Screenplay Watch: Will This be Sorkin’s First Oscar Nod?


The Oscar race is a funny thing. I’m sure you’ll be as surprised as I was to learn that Aaron Sorkin, one of the best writers working in Hollywood, has never been nominated for an Oscar. The Oscar race is about timing, the skill of publicists, and the popularity of the stars involved … but usually it’s about the heat of the moment.

In short, Oscar is a one-night stand.

The HFPA, on the other hand, has given Sorkin three nominations for writing Charlie Wilson’s War, The American President and A Few Good Men. The AMPAS? Sorkin has been completely shut out.

That he wasn’t nominated for A Few Good Men was a good indicator that the film wasn’t going to win Best Picture. At the time, there was a bit of an uproad about it. Rob Reiner, many felt, was due for recognition and this seemed to be his Big Oscar Movie. The movie, though, had a couple of significant problems. Demi Moore was one of them. I have nothing against her but when they cast her in that role it degraded the prestige of the pic.

A Few Good Men featured great, great, GREAT dialogue. Sorkin cannot be forgiven for having written Malice, however. It is one of the all time worst films. In a great way, of course. It’s a guilty pleasure of mine, marinating in the awfulness of certain films. Alec Baldwin, Nicole Kidman – complete trash.

Rob Reiner and Aaron Sorkin were paired again for The American President. A glossy representation of the Commander in Chief, and prelude to The West Wing (Martin Sheen was upgraded to President).   Well written and at times, brilliant. But The American President also devolves into sap and ultimately became too sweet to take. There was no way that movie would be nominated for its writing, no matter how good it was. It did manage a WGA nod, however.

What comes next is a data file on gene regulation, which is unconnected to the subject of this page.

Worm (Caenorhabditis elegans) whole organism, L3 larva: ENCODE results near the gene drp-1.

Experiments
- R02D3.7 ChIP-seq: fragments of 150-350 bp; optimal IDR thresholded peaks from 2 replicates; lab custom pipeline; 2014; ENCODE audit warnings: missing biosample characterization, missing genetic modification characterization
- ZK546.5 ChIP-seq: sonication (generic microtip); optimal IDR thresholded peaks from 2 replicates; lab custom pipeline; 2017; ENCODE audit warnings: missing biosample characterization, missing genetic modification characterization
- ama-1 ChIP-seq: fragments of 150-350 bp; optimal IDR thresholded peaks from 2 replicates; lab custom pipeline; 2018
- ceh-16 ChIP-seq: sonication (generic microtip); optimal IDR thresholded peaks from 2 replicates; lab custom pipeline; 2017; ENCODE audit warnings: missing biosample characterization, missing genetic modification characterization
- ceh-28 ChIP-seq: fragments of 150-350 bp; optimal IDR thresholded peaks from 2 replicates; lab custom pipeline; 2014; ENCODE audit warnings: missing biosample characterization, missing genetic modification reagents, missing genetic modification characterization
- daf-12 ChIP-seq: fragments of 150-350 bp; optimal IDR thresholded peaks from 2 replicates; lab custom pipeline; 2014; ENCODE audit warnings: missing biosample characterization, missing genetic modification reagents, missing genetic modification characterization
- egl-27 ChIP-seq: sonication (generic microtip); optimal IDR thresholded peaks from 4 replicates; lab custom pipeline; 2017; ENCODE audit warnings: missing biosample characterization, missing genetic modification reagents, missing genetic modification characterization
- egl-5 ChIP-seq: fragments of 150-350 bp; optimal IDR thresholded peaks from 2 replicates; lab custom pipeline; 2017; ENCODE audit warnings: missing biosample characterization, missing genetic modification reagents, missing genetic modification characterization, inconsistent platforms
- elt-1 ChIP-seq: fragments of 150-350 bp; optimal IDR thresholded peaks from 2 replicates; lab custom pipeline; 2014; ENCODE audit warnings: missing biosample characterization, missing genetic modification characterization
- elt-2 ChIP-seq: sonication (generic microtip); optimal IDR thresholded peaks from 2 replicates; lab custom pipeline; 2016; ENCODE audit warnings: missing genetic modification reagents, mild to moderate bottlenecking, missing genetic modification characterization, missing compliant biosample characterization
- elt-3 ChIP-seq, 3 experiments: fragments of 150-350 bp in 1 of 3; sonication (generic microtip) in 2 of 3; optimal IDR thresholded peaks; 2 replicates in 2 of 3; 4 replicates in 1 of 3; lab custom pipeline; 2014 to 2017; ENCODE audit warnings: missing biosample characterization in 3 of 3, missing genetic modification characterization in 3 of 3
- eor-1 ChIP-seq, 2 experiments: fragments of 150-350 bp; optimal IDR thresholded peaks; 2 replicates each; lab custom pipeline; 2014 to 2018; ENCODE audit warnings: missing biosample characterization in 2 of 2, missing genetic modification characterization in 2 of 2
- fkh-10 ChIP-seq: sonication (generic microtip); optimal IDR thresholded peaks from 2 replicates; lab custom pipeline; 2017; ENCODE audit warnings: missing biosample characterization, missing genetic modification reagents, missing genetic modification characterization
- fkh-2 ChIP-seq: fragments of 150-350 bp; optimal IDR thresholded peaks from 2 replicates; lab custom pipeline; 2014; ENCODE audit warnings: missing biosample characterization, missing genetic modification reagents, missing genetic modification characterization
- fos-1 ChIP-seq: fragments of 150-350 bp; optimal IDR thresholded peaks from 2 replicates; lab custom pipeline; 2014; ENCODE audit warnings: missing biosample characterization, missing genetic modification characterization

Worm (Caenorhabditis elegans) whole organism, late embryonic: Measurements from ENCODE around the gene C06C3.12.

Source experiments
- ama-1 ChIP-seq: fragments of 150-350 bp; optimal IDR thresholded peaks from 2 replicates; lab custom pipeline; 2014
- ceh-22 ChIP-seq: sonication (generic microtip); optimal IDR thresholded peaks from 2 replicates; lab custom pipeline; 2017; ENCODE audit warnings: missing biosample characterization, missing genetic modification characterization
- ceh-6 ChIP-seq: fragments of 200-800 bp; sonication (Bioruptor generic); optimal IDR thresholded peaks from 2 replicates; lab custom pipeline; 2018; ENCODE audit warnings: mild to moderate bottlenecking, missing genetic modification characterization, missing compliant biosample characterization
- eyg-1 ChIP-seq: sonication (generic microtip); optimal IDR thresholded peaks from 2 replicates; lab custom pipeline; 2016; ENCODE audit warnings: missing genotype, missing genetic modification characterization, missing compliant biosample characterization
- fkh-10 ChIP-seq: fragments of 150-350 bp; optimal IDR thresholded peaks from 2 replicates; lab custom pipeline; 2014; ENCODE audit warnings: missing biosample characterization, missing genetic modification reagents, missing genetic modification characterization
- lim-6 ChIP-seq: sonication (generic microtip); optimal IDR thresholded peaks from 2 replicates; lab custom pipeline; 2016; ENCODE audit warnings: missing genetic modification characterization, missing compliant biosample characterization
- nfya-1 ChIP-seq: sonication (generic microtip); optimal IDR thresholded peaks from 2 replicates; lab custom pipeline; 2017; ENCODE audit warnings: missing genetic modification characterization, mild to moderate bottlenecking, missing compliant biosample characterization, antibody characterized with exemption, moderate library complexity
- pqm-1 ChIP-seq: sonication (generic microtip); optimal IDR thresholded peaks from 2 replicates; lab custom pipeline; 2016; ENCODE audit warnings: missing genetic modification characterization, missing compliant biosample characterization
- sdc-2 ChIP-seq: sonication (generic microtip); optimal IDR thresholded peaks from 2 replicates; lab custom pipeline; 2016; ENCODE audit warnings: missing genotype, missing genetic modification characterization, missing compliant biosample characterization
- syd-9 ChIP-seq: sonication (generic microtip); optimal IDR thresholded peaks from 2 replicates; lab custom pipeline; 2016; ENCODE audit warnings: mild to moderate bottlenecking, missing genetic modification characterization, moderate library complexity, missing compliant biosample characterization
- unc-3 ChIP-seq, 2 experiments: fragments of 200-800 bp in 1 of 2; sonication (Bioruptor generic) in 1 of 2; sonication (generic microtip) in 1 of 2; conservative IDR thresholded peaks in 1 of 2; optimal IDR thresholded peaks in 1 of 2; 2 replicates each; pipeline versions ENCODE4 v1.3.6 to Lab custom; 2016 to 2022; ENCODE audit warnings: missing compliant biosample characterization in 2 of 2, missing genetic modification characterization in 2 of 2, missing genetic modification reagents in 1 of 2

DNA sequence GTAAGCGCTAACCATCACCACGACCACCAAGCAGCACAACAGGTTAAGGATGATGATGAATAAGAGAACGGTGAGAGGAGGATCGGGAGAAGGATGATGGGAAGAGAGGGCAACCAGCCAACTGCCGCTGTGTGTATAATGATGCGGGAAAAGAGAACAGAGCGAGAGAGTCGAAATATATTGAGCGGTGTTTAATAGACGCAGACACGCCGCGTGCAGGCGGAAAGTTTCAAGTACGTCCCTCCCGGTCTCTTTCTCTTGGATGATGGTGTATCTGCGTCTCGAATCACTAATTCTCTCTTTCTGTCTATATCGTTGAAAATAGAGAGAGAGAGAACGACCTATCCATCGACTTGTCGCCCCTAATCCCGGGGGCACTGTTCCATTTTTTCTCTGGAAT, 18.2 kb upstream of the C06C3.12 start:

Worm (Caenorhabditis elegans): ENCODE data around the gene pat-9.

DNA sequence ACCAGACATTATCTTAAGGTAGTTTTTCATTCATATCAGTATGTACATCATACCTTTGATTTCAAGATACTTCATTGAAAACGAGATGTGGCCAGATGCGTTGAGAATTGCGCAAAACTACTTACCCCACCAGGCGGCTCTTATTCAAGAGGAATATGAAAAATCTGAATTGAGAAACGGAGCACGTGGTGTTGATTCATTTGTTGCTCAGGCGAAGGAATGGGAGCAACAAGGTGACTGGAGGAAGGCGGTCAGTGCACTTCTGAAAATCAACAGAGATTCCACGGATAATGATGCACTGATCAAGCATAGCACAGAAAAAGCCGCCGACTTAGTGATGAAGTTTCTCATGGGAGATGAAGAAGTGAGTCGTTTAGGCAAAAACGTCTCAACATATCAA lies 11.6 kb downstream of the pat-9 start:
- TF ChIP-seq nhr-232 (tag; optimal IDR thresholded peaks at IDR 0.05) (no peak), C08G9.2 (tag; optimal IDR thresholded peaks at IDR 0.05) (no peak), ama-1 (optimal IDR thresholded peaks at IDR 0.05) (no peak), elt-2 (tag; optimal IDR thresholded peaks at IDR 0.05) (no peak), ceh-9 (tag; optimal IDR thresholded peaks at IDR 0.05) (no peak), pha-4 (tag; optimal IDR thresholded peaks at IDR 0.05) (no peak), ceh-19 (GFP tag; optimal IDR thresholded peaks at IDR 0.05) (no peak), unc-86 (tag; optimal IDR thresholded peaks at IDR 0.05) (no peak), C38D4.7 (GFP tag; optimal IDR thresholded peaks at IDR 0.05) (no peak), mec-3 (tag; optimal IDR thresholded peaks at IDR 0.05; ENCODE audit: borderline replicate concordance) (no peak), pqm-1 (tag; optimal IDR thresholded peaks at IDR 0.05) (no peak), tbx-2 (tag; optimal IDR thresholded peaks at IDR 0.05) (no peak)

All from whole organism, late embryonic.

Finally, Charlie Wilson’s War was exceptional on the page. Reading it, and then watching the finished film has convinced me that reading a script before seeing the film will almost always ruin the experience. It’s hard to shake the movie in your head and accept the changes they made. In the case of Charlie Wilson’s War they changed the ending completely and thus, ruined the script and ultimately, turned the film from a raging hard-on into a flaccid failure.

And so it goes. I don’t make the movies, nor do I write them. I just sit back and silently judge them. Nonetheless, I will continue to be a cheerleader for Sorkin because I think he stands out from the rest. He’s a nimble-minded genius who has yet to be recognized by the AMPAS, which gives him a leg up on the rest this year.

I feel certain he will, at the very least, be nominated for an Oscar this year. He could very likely win the sucker. We are talking about Best Adapted Screenplay, though, and we all know how competitive that category always is.

The strongest contenders right now are:


The Kids Are All Right
The King’s Speech
Another Year
Black Swan
Blue Valentine

Original could be between Another Year vs. The King’s Speech vs. Inception.

Not yet seen:
The Conspirator
Everything You’ve Got
Next Three Days

127 Hours
The Social Network
Winter’s Bone
Never Let Me Go
Fair Game
The Town
Toy Story 3
How to Train Your Dragon
Flipped (I thought it was a good adaptation)

Not yet seen:
True Grit
For Colored Girls
Love and Other Drugs

Right now, I feel like adapted screenplay could come down to 127 Hours vs. The Social Network.

And original, it’s difficult to say. In fact, I won’t even go there. It’s way too early. What I do know is this: Aaron Sorkin is way overdue. He isn’t just overdo because he wasn’t nominated for A Few Good Men (and should have been) but because of his contribution to the art of writing these many years. This is how I see it anyway. Take it for what it’s worth.

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